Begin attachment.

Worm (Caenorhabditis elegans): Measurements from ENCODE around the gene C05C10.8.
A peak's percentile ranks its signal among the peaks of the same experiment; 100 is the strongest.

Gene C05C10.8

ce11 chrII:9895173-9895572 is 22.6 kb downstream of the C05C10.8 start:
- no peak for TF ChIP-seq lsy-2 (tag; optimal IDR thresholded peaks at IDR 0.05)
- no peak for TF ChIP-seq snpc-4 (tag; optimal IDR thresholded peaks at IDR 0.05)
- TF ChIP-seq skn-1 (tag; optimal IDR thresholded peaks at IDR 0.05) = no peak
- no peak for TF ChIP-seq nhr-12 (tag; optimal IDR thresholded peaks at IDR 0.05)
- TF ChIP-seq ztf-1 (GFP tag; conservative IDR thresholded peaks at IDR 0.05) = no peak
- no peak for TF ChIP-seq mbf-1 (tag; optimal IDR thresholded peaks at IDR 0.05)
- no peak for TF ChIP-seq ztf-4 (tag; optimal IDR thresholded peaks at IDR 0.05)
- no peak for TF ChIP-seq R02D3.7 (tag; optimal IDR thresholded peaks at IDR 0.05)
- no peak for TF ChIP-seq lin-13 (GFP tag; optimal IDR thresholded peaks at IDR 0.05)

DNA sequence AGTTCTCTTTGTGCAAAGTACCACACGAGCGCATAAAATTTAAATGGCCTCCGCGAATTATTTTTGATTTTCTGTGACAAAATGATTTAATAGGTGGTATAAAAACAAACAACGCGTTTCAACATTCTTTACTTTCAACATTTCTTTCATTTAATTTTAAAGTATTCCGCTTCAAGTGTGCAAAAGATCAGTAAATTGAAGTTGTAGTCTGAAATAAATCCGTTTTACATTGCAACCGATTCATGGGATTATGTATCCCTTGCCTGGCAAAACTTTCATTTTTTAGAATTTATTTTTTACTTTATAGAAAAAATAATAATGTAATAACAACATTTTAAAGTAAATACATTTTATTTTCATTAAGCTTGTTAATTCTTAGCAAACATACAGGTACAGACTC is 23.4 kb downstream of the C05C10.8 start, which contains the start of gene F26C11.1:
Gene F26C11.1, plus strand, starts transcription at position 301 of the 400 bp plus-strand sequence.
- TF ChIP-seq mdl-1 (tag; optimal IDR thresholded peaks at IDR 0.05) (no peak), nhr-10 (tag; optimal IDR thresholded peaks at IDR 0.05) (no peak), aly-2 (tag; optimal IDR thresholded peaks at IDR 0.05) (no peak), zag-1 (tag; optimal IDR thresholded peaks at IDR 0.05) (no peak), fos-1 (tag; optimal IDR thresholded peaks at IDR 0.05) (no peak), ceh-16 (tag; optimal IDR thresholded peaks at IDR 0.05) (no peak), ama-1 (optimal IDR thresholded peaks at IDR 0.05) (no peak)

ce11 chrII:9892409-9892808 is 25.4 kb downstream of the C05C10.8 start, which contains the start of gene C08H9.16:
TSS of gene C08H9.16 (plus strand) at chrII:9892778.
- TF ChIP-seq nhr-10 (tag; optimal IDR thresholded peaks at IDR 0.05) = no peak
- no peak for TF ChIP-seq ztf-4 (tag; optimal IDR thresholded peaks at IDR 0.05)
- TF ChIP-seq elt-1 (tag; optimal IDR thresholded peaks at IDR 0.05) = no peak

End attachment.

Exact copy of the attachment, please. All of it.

Worm (Caenorhabditis elegans): Measurements from ENCODE around the gene C05C10.8.
A peak's percentile ranks its signal among the peaks of the same experiment; 100 is the strongest.

Gene C05C10.8

ce11 chrII:9895173-9895572 is 22.6 kb downstream of the C05C10.8 start:
- no peak for TF ChIP-seq lsy-2 (tag; optimal IDR thresholded peaks at IDR 0.05)
- no peak for TF ChIP-seq snpc-4 (tag; optimal IDR thresholded peaks at IDR 0.05)
- TF ChIP-seq skn-1 (tag; optimal IDR thresholded peaks at IDR 0.05) = no peak
- no peak for TF ChIP-seq nhr-12 (tag; optimal IDR thresholded peaks at IDR 0.05)
- TF ChIP-seq ztf-1 (GFP tag; conservative IDR thresholded peaks at IDR 0.05) = no peak
- no peak for TF ChIP-seq mbf-1 (tag; optimal IDR thresholded peaks at IDR 0.05)
- no peak for TF ChIP-seq ztf-4 (tag; optimal IDR thresholded peaks at IDR 0.05)
- no peak for TF ChIP-seq R02D3.7 (tag; optimal IDR thresholded peaks at IDR 0.05)
- no peak for TF ChIP-seq lin-13 (GFP tag; optimal IDR thresholded peaks at IDR 0.05)

DNA sequence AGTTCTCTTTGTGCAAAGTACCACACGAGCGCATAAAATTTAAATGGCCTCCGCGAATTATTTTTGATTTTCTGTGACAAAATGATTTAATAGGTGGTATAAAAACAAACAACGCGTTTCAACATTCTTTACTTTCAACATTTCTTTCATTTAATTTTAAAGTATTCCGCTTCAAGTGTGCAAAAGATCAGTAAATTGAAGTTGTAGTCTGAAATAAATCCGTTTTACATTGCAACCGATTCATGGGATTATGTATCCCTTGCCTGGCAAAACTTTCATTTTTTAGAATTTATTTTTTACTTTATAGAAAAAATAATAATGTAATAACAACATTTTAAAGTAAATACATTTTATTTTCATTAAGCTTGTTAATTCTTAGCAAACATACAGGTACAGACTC is 23.4 kb downstream of the C05C10.8 start, which contains the start of gene F26C11.1:
Gene F26C11.1, plus strand, starts transcription at position 301 of the 400 bp plus-strand sequence.
- TF ChIP-seq mdl-1 (tag; optimal IDR thresholded peaks at IDR 0.05) (no peak), nhr-10 (tag; optimal IDR thresholded peaks at IDR 0.05) (no peak), aly-2 (tag; optimal IDR thresholded peaks at IDR 0.05) (no peak), zag-1 (tag; optimal IDR thresholded peaks at IDR 0.05) (no peak), fos-1 (tag; optimal IDR thresholded peaks at IDR 0.05) (no peak), ceh-16 (tag; optimal IDR thresholded peaks at IDR 0.05) (no peak), ama-1 (optimal IDR thresholded peaks at IDR 0.05) (no peak)

ce11 chrII:9892409-9892808 is 25.4 kb downstream of the C05C10.8 start, which contains the start of gene C08H9.16:
TSS of gene C08H9.16 (plus strand) at chrII:9892778.
- TF ChIP-seq nhr-10 (tag; optimal IDR thresholded peaks at IDR 0.05) = no peak
- no peak for TF ChIP-seq ztf-4 (tag; optimal IDR thresholded peaks at IDR 0.05)
- TF ChIP-seq elt-1 (tag; optimal IDR thresholded peaks at IDR 0.05) = no peak